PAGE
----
West Point Association of Graduates & Purepost: The Value of the Network

January 17, 2023

The Value of the Network

We've connected withAhmond Hill (Director at West Point Association of Graduates) to discuss the current professional transition success with West Point's alumni base. In the past year, WPAOG has seen a 244% increase in career placement rates in West Point graduates who have transitioned from the military.

Purepost: How did you transition to WPAOG?

Ahmond: I moved from Washington DC to serve WPAOG. As a grad myself and going through the career transition on a number of occasions, it was a natural transition to Career Services. In my previous corporate roles, I was heavily involved with recruiting, talent development, and operations. This roles allows me to help my fellow grads avoid the mistakes I made when I transitioned, while also sharing best practices to navigate the career transitioning process to land their next career. It's a great opportunity to serve and support the West Point community by engaging alumni from all walks of life and with diverse backgrounds to find their next career.

Purepost: Awesome. What do you believe is driving the success that West Point graduates have with successfully finding employment?

Ahmond: West Point Grads are doing a better job of leveraging the alumni network. They do this via email, LinkedIn and events specificallySACC.

Purepost: Any insights to share with regards to candidates at events?

Ahmond: I would like to highlight the preparation for the event. 1. Be ready to network. 80% of jobs are found through networking. While you're there, network with fellow alums, company recruiters, and hiring managers. Have a prepared resume or bring business cards. Be sure to follow up with your connections within 24-48 hrs. Lastly, when you have an opportunity to engage with the hiring manager or recruiter, have a prepared elevator pitch. You have 60-seconds to distinguish yourself and incentivize the listener to want to know more about you. Practice your pitch.

Purepost: Any feedback from recruiters at SACC?

Ahmond: Interestingly, they are asking for more detailed resumes versus conventional practice adhering to a one-page limit. Also, be prepared to share what you want to do. Ex. "I want to be a customer facing project manager within information technology." Be specific with what you want to do and be able to share that in a clear and concise way with the recruiter.

Purepost: Any recruiter feedback regarding the demographics?

Ahmond: There is always a high demand for entry level managers across industries, so there is still a preference for younger graduates (O1-O3) who are transitioning out of the military after their obligation. There are fewer leadership roles as you climb the corporate ladder. So, for the grads who are making a mid-career transition or retiring from the military, it can be challenging. Recruiters advise that networking is the key to success for senior leadership roles. For all USMA grads it is also important to level-set expectations as far as matching your military skills and experience to compensation expectations.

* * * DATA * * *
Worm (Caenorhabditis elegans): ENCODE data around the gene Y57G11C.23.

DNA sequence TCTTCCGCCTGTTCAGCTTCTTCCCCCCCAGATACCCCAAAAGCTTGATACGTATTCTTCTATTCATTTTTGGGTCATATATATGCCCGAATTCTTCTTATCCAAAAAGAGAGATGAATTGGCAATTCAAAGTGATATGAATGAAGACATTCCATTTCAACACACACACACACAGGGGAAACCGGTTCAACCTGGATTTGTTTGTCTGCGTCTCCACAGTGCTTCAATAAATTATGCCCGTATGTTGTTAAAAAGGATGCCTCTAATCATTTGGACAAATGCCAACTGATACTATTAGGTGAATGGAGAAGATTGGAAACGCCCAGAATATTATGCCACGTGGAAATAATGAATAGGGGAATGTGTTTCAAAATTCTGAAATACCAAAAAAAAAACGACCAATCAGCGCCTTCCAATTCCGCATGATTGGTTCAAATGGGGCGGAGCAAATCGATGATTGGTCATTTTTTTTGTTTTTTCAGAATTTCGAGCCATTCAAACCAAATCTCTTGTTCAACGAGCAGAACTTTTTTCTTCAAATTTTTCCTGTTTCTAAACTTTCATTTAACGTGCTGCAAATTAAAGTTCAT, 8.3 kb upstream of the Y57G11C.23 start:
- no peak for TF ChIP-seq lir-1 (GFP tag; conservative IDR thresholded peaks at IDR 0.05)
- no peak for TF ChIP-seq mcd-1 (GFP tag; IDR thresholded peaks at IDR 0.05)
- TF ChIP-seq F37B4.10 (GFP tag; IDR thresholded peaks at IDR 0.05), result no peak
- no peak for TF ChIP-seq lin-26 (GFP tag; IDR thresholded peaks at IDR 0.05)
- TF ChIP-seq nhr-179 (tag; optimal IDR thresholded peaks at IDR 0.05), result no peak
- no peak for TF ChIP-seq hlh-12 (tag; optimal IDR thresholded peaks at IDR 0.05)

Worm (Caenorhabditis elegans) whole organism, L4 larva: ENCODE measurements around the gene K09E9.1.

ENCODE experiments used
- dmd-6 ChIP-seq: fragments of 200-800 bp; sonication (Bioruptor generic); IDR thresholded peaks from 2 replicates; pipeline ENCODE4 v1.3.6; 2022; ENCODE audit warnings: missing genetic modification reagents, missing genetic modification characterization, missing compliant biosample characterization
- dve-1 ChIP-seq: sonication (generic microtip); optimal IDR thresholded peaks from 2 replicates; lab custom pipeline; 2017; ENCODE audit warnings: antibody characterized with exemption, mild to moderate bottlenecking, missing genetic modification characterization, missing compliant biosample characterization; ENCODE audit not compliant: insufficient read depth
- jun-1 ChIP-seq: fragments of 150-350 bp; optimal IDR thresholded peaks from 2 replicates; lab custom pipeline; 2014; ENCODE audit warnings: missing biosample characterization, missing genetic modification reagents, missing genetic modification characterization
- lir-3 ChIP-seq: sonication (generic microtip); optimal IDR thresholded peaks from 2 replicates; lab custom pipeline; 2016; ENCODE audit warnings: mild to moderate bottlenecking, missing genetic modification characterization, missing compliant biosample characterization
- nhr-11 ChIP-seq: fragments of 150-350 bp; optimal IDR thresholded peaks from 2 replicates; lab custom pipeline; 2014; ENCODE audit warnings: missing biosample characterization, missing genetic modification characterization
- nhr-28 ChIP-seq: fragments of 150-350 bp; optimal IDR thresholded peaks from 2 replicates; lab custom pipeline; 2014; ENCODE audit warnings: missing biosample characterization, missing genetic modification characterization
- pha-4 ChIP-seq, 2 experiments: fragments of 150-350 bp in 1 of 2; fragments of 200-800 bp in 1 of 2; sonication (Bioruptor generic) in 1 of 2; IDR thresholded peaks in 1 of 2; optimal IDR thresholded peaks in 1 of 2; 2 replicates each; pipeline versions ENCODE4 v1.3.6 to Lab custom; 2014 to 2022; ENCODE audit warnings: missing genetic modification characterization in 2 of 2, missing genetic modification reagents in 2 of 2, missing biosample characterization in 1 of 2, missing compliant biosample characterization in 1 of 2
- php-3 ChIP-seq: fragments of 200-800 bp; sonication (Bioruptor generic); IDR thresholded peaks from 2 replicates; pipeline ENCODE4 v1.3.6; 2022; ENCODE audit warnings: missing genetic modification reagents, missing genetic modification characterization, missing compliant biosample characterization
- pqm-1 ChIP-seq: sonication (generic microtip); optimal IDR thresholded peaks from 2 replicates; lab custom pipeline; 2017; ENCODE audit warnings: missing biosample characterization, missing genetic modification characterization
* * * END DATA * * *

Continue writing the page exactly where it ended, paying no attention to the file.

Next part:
Purepost: 100% agree that beyond short term compensation, it's even more important to optimize for skills, experiences and networks. In the grand scheme of things, the first compensation immediately transitioning from the military may not be the most important factor when deciding on a career after the military.

Purepost: Any final advice for Veterans, family and friends?

Ahmond: WPAOG Career Services highly encourages West Point grads to network with fellow West Point grads and by connecting with your local West Point Society chapters. There is no stronger network out there; it's a special community. Our grads are willing to share time, wisdom and access to their personal and professional networks, which oftentimes leads to new career opportunities.

Purepost: Thank you so much for your time Ahmond! We look forward to supporting the West Point Association of Graduates.

Effective networking is an essential tool for jobseekers in today's competitive job market. It allows you to connect with professionals in your field, build relationships, and gather valuable information and advice. Here are a few tips to help you make the most of your networking efforts:

  1. Identify your goals: Before you start networking, it's important to have a clear idea of what you hope to achieve. Are you looking for a new job, a promotion, or simply to learn more about your industry? Having specific goals will help you focus your efforts and make the most of your time.
  2. Utilize your resources: There are many ways to network, from attending industry events and joining professional organizations to connecting with alumni and reaching out to potential mentors. Take advantage of all the resources available to you and be proactive in seeking out new connections.
  3. Prepare for meetings: Before meeting with alumni or other professionals, be sure to research their background and accomplishments. This will help you tailor your conversation and show that you are genuinely interested in their career path. It's also a good idea to have a few questions prepared in advance to help guide the conversation.
  4. Practice professional etiquette: When networking, it's important to remember that you are representing yourself and your profession. Be respectful and polite, and follow the basic rules of professional etiquette, such as introducing yourself properly, maintaining eye contact, and sending a follow-up thank you note after the meeting.

By following these tips, you can effectively network and build valuable connections that will help you in your job search and career development. Remember to be proactive, be prepared, and always show your professional side when networking.